The New Jersey state government is currently under fire for diverting close to $2 billion since 2004 that were intended to go towards improvements to the state’s 911 call centers. Representative Leonard Lance has introduced bipartisan legislation to put an end to this practice, and is working closely with one of the FCC’s Federal Communications Commissioner, Mike O’Rielly, to find a solution to the problem.
Commissioner O’Rielly recently wrote an op-ed for the Hill, proposing to have the states under the regulatory umbrella of the FCC so that this kind of gross misappropriation of funds no longer occurs nationwide. In 2017, there were a total of 12 states and territories identified by the FCC that had issues with 911 fee diversions. Of those 12 states, 7 of them have said they do not intend on making changes, New Jersey included. These ‘diverter’ states then become ineligible for the NG911, an existing federal program that provides states with grants to upgrade their “next generation 911.” By choosing to explicitly divert these specific funds, and subsequently being disqualified from receiving the NG911, New Jersey is putting its own citizens at risk by not having the funds to periodically upgrade their 911 centers. Furthermore, lawmakers have not been transparent about where all the extra money is going, saying they are simply “balancing the budget.”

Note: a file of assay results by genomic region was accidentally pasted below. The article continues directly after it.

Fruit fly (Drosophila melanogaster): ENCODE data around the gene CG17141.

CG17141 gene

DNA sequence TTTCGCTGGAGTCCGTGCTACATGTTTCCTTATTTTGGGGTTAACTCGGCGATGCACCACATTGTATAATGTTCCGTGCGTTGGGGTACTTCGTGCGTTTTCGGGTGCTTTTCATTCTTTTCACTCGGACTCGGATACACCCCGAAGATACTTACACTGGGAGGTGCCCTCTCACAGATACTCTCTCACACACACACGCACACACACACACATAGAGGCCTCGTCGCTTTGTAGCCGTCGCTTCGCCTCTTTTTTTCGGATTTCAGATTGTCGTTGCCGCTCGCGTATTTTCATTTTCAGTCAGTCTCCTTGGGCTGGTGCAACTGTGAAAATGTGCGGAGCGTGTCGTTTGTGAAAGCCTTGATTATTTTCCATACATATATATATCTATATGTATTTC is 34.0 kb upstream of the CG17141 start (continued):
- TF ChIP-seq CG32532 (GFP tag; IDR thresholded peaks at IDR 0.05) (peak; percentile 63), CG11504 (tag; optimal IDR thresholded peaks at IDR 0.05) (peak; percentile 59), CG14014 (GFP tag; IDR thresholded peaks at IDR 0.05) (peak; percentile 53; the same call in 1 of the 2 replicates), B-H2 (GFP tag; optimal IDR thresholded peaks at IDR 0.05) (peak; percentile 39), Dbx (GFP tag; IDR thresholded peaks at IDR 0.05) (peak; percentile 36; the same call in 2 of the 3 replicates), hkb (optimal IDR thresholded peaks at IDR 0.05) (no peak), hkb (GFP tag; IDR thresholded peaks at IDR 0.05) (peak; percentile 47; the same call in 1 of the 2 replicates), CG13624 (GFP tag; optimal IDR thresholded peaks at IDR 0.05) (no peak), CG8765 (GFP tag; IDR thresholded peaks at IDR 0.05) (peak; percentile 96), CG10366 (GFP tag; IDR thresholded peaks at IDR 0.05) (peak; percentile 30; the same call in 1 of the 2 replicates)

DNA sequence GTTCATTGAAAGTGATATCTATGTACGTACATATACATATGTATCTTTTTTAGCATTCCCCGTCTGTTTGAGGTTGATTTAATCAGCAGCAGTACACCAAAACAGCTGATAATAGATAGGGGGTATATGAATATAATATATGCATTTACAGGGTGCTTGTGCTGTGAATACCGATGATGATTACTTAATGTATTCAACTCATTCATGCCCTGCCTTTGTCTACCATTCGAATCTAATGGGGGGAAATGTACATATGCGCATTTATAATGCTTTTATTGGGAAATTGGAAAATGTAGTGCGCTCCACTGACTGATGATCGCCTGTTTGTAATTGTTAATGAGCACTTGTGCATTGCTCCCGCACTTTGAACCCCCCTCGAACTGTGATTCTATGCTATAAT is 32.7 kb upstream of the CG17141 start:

Congressman Leonard Lance (R-NJ) introduced the 9-1-1 Fee Integrity Act (H.R. 6424), alongside Congressman Chris Collins (R-NY) on July 18, 2018 to empower the FCC to issue rules to prevent states from diverting 9-1-1 taxes, fees, and charges. The bill will work through the House Energy and Commerce Committee, and Chairman Greg Walden (OR-2) sent a letter to the FCC recently asking for an update on 9-1-1 diversion nationwide.
Diverting tax dollars away from the advertised purpose and then asking for federal dollars to fill the short fall is serious malpractice. New Jersey citizens should be outraged.